The reaction of Eddie Jones and the England Rugby Union team last weekend at the final whistle spoke volumes. Sides would typically be elated with managing to be within one point of the reigning RWC holders but this was an opportunity absolutely lost by England last week.
England created a potential match winning early in this test match (tries from Ashton and Hartley within the first twenty-four minutes) but a combination of indiscipline and utter resilience from New Zealand to not panic, work through the phases and their game plan despite being far from efficient won the day.
There was that late England try chalked off but question marks on game management prior to this play (kicking the penalty to get points on the board) raised their head as well for England. It was well and good to be cavalier and exciting on the eye but professional rugby union is all about winning and despite England’s huge effort, they came up short.
New Zealand on the other hand will be relieved to get out of Twickenham with a victory; the opening quarter in particular was most uncomfortable. The side were sluggish and struggled to find any tempo in their play. Williams withdrawal was further interruption but credit to Crotty who stormed into this contest with forty meters from eight carries. Goodhue suddenly looked far more comfortable upon Crotty’s introduction as well as Smith and McKenzie.
The win was ugly at times but the patience and composure of New Zealand to rescue the test match particularly in that last five minutes of the opening period was the decisive point of the game. 15-0 to the good on thirty-eight minutes, things looked well in hand but then a defensive lapse allowed Barrett the time and space to unleash McKenzie for the opening try and then a quick penalty to reduce the gap by five points. 15-10 suddenly and England were under the cosh for the entire second half. New Zealand scented blood and held on for a hard fought win.
New Zealand Threats
The focal point of this side is from the fly-half position. Beauden Barrett’s game has elevated to new levels this year; he can beat in so many ways. His passing distribution to his three quarters is so crisp and indecisive that the three quarter unit can create seamless gain line breaks.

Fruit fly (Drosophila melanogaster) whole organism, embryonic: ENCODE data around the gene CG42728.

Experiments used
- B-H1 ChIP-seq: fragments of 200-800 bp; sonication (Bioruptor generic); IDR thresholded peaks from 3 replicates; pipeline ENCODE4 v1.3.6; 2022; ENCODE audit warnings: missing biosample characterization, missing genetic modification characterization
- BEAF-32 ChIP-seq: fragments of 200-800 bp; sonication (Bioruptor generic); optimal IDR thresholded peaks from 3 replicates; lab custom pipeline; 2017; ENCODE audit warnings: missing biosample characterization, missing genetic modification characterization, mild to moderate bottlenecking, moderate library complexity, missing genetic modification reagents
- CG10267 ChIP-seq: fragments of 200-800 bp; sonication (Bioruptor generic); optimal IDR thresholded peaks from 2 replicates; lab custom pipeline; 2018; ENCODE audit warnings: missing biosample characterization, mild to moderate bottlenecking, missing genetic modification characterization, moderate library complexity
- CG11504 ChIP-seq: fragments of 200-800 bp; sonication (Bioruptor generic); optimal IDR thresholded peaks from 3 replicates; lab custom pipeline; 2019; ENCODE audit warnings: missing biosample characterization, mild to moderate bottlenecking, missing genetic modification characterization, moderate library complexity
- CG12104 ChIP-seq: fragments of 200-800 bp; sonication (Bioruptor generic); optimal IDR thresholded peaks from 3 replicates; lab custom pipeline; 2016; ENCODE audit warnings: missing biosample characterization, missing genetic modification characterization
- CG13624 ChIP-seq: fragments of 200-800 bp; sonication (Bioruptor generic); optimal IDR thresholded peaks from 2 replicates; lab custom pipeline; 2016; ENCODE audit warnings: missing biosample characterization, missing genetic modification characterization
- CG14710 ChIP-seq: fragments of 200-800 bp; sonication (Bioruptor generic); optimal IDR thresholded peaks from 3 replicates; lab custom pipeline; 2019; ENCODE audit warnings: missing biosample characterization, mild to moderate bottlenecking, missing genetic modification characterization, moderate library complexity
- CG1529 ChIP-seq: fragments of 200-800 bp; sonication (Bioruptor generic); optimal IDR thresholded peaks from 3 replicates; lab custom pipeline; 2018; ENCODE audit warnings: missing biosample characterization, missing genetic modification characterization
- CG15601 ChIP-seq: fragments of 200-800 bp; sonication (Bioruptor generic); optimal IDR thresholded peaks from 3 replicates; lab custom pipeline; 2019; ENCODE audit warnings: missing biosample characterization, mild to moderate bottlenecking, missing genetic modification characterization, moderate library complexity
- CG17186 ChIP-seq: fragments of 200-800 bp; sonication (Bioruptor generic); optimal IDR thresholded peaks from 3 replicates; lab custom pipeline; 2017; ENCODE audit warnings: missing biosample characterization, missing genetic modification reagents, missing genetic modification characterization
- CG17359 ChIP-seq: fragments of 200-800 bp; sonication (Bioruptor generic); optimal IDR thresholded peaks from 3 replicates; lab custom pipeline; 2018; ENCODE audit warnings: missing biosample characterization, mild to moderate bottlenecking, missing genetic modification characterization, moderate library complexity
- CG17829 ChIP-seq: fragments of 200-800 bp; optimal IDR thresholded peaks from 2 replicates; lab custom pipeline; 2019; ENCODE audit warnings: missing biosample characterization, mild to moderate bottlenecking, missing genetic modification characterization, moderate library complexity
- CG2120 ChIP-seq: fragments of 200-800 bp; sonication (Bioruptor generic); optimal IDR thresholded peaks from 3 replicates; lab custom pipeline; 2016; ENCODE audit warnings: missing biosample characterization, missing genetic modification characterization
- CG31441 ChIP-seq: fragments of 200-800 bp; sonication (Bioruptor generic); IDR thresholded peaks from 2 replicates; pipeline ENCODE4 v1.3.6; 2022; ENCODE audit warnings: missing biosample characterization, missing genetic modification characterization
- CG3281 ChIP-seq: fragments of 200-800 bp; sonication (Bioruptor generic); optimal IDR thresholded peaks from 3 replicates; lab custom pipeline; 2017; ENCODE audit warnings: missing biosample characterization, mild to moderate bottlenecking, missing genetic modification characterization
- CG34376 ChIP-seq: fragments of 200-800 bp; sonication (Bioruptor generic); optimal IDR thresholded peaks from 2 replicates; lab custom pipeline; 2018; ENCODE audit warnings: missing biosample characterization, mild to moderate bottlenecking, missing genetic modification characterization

His kicking game as well from hand is another added dimension; will punish teams if their defensive is up too fast with some deft grubber kicks. If teams are defensively narrow, the diagonal aerial kick to the corners usually yields try scoring success for New Zealand and with the likes of Ben Smith, Rieko Ioane and Damien McKenzie lurking with intent; the different looks will have defensive coaches of opposition with many sleepless nights.
The backbone of the side is in the pack. The impressive Kieran Read at eight sets the tone for others to follow. His athleticism with ball in hand, tackle count and ability at the breakdown when given the opportunity to turnover ball was exemplary. His decision making around the ruck area is world class. Savea and Squire complement Read so well too in their tackle rate and ability to turnover ball.
Retallick and Whitelock are a superb second row partnership; called an efficient line out even when pressure is applied. Their duel with the Ireland second row unit looks explosive. The front row has unbelievable mobility and flair with ball in hand. Dane Coles will look to continue his impressive form this season.
The New Zealand threat is all round the park and Ireland have being duly warned. Do not expect New Zealand to under-perform two weekends in a row; there will be a renewed focus on performance and execution of the fundamentals from Steve Hansen’s men. Ireland beware!